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  • Aug 1, 2014
  • Updated: 4:52am

Luohu planners consumed by a risky ambition

PUBLISHED : Saturday, 21 July, 2012, 12:00am
UPDATED : Saturday, 21 July, 2012, 12:00am

Luohu in central Shenzhen has long been dubbed 'Hong Kong's backyard', with hordes of Hongkongers heading across the river for cheap goods and services.

But now Shenzhen authorities say they plan to invest more than 250 billion yuan (HK$302 billion) in the next five to 10 years to make the 78-square-kilometre district an 'international consumption centre'.

According to media reports, the official blueprint calls for a new shopping district with an estimated 260 billion yuan in economic output and 160 billion yuan in retail sales by 2020, double the figures from 2009. Luohu would no longer be a shopping backyard but a high-end shopping paradise and fashion capital to match Hong Kong.

International consultants have been invited to help polish Luohu and improve its transport, industrial mix, land use and landscaping.

District officials plan to spend 100 billion yuan in the next five years to renovate its five major areas: Caiwuwei, Sungang-Qingshuihe, Shuibei-Buxin, Shennandong and Liantang. A cluster of landmark facilities will be built, including a 666-metre financial and commercial centre, five-star hotels, luxury shopping malls and trading and processing centres for jewellery, watches and cars.

Luohu's move follows signs that Shenzhen's economy is slowing amid global uncertainty. Investing heavily is again being seen as the cure-all for its economic ills.

But are such plans realistic?

The district was the first established in Shenzhen and was once the city's most developed region, capitalising on its closeness to Hong Kong. But it has been marginalised in recent years as Shenzhen has switched its industrial focus to hi-tech innovation and expanded the city westwards, with more border-crossing points opening up.

Lowu Commercial City, right next to the immigration checkpoint, was long regarded as a microcosm of Luohu, catering to Hongkongers in search of made-to-measure clothing, handbags, shoes, pirated DVDs and designer knock-offs - all at rock-bottom prices. At its peak a few years ago, 30,000 Hong Kong shoppers a day descended on the area, with that number doubling on holidays.

Luohu also became known for its nightlife, with official statistics showing that more than 500,000 Hongkongers regularly crossed the border for shopping and leisure.

But things have changed. Hongkongers are spending less in Shenzhen because of inflation on the mainland and residents have been heading to Hong Kong to do their shopping.

In an effort to boost the flow of consumers, Luohu has upgraded its main commercial area, now dubbed the 'Golden Triangle of Lowu' and featuring hot spots for restaurants and bars, recreation and a full range of shopping options.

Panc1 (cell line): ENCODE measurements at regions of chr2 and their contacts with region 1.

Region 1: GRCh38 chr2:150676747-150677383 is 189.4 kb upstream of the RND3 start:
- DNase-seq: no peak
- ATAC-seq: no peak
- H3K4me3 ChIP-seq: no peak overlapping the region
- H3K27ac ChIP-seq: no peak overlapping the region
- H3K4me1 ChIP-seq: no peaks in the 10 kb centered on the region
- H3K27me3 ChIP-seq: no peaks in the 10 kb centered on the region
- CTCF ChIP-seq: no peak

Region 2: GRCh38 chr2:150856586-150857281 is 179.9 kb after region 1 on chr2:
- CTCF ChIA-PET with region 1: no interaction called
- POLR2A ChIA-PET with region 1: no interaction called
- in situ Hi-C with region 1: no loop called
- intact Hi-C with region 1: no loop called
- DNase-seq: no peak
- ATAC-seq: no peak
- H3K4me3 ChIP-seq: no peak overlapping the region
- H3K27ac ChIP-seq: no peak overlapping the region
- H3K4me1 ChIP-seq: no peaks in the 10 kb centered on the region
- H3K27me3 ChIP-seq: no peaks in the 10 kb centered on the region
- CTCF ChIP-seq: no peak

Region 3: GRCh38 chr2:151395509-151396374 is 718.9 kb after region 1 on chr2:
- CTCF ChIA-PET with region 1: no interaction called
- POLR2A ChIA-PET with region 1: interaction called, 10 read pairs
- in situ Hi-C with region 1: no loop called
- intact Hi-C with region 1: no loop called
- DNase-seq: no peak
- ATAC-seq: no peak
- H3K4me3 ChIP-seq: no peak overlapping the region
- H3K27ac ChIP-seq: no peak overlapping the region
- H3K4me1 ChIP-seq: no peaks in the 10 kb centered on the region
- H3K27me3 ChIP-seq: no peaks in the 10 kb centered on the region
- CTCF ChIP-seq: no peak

The question for the authorities is: if you build it, will they come?

'Shenzhen residents all know that Luohu is well-known for its shopping opportunities, like precise copies of LV, Gucci and Dior in Lowu Commercial City and the genuine ones in Vientiane City,' said Wenday Liu, a Shenzhen-based operations manager. 'Cheap stores are right next to luxurious shopping malls.

'But the fact is we seldom shop there. There are also similar shopping malls in other districts for everyday commodities and it's a much better deal to shop for luxury goods in Hong Kong.'

Hongkonger Jay Lee said the first things that came to mind when thinking of Luohu were night clubs and imitation goods.

'Now there's an increasing number of giant shopping centres in Luohu but there's a lack of consumers, either domestic or foreign,' Lee said.

'Besides, it's odd to hope to turn Luohu into an international consumption centre because Hong Kong is already a world-renowned centre of that kind and even it is struggling due to the economic downturn.'

Economic analyst Jin Xinyi, who is also a member of the city's Chinese People's Political Consultative Conference, said that becoming an 'international consumption centre' was an impractical goal.

'The wish is beautiful but Luohu is not even the consumption centre of Shenzhen,' Jin said. 'In 2010, it accounted for only 20 per cent of Shenzhen's sales of consumer products.

'Besides, if Luohu is to be an international consumption centre, Shenzhen has to be a world-class metropolis, but it's not as famous as places such as Bangkok and Taipei.

'Thirdly, many local authorities on the mainland say they want to build their regions into international consumption centres, including those in Shanghai, Guangzhou and Hainan. But rich mainlanders are losing interest in shopping in Hong Kong and turning instead to London, New York and Paris.

'Hong Kong is fading as a shopping paradise. And Luohu wants to catch up with that?'

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